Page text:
Alaska Reid soars high and unleashes diary-like honesty and reflection throughout the indie bedroom pop of Big Bunny.
Previously known for her fuzzy pop band Ayleska, Alaska Reid has really come out of her shell on solo EP, Big Bunny. Focussing more on stories from her past youth leading to the woman she is today, the EP draws on melancholy early moments to more recently compiled thoughts amongst dreamy flows, settled arrangements and beautifully tailored vocals.
Starting with the EP-titled Big Bunny, Alaska slowly but surely gives the listener a glimpse into her world against mild melodies and settled beats. She paints a world from her childhood, growing up in Montana chasing rabbits, with poignant, poetic lyrics and quiet grrrl humour: “I did not mean to disappoint you.. scratch our thighs on the cheap grass, making for a rabbits eye”. Previous single, Warm, follows, building on stories from later on in her life in LA during her late teens when she was feeling pretty lonely. Featuring a more dreamy atmosphere and tailored chorus, the track saunters along with confidence as Alaska Reid showcases her penchant for wilted humanity and perfectly encapsulates feelings of isolation.
As the EP continues (more of an extended EP or short album at 9 songs) we get more glimpses into Alaska’s life so far, sometimes feeling like an audio diary. Oblivion uses synthy undertones to push the track forward as the artist contemplates being unwanted and not knowing which way to turn. The settled and subtle City Sadness then uses strong imagery and nuanced guitar to portray desolate bars and a coming of age angst that hits home hard. It’s beautifully portrayed against a dreamy flow that seeps into the mind and refuses to leave.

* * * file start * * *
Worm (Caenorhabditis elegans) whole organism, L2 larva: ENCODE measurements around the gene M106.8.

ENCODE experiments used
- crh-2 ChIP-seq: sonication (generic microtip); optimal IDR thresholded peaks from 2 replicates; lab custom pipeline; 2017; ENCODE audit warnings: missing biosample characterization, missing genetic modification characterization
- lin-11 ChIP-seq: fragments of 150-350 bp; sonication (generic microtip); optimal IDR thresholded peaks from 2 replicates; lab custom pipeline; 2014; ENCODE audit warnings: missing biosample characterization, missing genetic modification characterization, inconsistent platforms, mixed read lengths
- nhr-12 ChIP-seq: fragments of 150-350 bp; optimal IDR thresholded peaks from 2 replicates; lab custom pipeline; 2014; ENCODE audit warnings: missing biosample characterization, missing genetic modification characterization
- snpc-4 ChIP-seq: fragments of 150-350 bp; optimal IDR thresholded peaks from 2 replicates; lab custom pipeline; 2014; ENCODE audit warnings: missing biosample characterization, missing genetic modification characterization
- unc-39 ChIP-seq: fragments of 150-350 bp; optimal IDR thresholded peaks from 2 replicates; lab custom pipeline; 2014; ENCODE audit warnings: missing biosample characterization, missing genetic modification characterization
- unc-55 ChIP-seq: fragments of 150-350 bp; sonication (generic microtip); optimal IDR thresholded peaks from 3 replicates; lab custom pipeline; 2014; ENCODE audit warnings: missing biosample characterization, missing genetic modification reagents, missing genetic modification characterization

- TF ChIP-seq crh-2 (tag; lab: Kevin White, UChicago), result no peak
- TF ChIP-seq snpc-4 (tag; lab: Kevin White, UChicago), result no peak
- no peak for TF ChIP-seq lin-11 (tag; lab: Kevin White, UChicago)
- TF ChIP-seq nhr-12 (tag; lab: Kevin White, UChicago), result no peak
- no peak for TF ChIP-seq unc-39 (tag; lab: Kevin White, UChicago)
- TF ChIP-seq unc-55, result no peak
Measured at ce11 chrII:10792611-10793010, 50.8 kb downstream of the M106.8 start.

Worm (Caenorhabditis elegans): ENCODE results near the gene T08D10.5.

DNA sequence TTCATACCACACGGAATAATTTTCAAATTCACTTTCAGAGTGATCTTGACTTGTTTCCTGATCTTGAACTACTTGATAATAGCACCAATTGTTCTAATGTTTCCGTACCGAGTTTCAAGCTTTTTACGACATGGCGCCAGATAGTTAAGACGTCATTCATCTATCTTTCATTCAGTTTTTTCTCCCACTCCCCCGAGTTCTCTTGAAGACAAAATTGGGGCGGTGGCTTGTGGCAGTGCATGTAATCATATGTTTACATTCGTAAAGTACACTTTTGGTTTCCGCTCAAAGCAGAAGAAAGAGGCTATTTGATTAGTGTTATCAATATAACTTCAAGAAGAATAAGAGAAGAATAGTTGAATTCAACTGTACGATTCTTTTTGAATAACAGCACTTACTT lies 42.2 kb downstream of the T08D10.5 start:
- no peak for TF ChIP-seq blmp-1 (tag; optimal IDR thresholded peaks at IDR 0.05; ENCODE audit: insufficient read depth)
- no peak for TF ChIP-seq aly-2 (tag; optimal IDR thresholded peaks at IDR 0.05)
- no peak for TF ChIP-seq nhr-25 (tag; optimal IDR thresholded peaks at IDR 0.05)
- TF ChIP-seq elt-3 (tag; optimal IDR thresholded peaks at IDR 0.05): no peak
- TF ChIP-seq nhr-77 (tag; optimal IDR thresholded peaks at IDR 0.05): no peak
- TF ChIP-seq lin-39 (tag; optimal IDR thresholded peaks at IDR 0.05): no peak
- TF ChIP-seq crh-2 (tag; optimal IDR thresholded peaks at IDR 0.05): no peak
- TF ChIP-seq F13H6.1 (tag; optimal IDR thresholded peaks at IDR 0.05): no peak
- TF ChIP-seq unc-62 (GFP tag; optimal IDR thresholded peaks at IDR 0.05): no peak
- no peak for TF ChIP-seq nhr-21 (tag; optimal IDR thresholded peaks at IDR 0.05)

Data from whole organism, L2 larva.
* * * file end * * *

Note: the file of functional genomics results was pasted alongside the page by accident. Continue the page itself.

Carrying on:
Mermaid Tears is a strong contender for track of the EP. Subtly layered vocals provided a brilliant quality to the vocal track, making them sound tantalizing against the acoustic guitar and perfectly retrospective lyrics. Pilot shows off more of Alaska’s skill at finding rhythms which others would miss in a long and winding, desolate yet fulfilling atmosphere before the EP ends with the floaty dream-pop stylings on Blood Ice.
The Big Bunny EP from Alaska Reid is a mesmerising piece of work that embodies the artist’s heart and soul. She’s really created an overarching sound that perfectly encapsulates the diary-like stories, pulling on settled guitars or subtle synths to hold it all together. Her vocals wilt or become full of life when necessary, perfectly in control and mimicking the turns of pace in the music. An impressive EP that leaves you wanting much more.